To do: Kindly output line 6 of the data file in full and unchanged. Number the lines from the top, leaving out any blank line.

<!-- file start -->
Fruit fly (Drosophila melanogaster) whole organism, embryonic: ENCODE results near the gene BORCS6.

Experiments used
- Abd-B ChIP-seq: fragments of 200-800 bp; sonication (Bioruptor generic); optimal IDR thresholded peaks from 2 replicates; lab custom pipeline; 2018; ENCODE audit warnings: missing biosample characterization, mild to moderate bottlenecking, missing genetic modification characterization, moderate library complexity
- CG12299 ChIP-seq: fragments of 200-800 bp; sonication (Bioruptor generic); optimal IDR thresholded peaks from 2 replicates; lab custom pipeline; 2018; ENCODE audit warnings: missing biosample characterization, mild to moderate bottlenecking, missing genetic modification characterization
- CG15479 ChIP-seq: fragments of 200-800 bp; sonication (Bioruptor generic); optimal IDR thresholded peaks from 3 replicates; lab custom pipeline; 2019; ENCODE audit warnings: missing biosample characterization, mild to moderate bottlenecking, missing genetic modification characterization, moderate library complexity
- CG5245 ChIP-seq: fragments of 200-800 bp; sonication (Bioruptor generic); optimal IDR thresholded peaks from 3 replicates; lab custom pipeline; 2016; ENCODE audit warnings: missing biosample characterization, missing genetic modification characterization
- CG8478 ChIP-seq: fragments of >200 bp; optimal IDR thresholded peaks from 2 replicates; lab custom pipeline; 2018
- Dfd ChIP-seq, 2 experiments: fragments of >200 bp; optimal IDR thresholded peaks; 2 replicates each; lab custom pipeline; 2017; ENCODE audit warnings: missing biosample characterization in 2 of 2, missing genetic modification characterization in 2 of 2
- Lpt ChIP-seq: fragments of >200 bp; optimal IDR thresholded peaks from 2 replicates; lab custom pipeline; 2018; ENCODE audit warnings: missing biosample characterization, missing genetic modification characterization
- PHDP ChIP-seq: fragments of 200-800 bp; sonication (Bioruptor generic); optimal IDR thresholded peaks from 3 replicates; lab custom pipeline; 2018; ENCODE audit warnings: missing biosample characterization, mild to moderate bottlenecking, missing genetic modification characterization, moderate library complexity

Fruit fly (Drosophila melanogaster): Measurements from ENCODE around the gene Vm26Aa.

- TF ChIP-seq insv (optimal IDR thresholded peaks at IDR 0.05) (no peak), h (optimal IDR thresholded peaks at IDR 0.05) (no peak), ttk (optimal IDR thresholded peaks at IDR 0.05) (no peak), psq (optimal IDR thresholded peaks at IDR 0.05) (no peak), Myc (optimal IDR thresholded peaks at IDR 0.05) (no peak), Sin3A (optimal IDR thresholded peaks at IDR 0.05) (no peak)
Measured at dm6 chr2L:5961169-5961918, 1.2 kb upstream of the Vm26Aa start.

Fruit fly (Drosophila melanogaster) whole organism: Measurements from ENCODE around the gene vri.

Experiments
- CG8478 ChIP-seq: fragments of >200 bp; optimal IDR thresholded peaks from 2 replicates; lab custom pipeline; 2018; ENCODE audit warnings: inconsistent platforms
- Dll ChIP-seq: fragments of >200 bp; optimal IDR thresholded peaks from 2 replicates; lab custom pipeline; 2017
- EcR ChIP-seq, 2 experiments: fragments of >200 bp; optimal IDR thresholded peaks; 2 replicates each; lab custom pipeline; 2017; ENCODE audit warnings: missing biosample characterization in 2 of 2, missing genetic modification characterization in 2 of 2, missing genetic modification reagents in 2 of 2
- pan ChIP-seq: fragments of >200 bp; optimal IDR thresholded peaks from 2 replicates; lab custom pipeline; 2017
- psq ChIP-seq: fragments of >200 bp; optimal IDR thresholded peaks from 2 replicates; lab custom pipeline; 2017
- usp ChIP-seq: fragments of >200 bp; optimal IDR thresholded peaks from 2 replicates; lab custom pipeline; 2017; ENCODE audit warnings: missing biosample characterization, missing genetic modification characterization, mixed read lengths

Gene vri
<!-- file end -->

- CG5245 ChIP-seq: fragments of 200-800 bp; sonication (Bioruptor generic); optimal IDR thresholded peaks from 3 replicates; lab custom pipeline; 2016; ENCODE audit warnings: missing biosample characterization, missing genetic modification characterization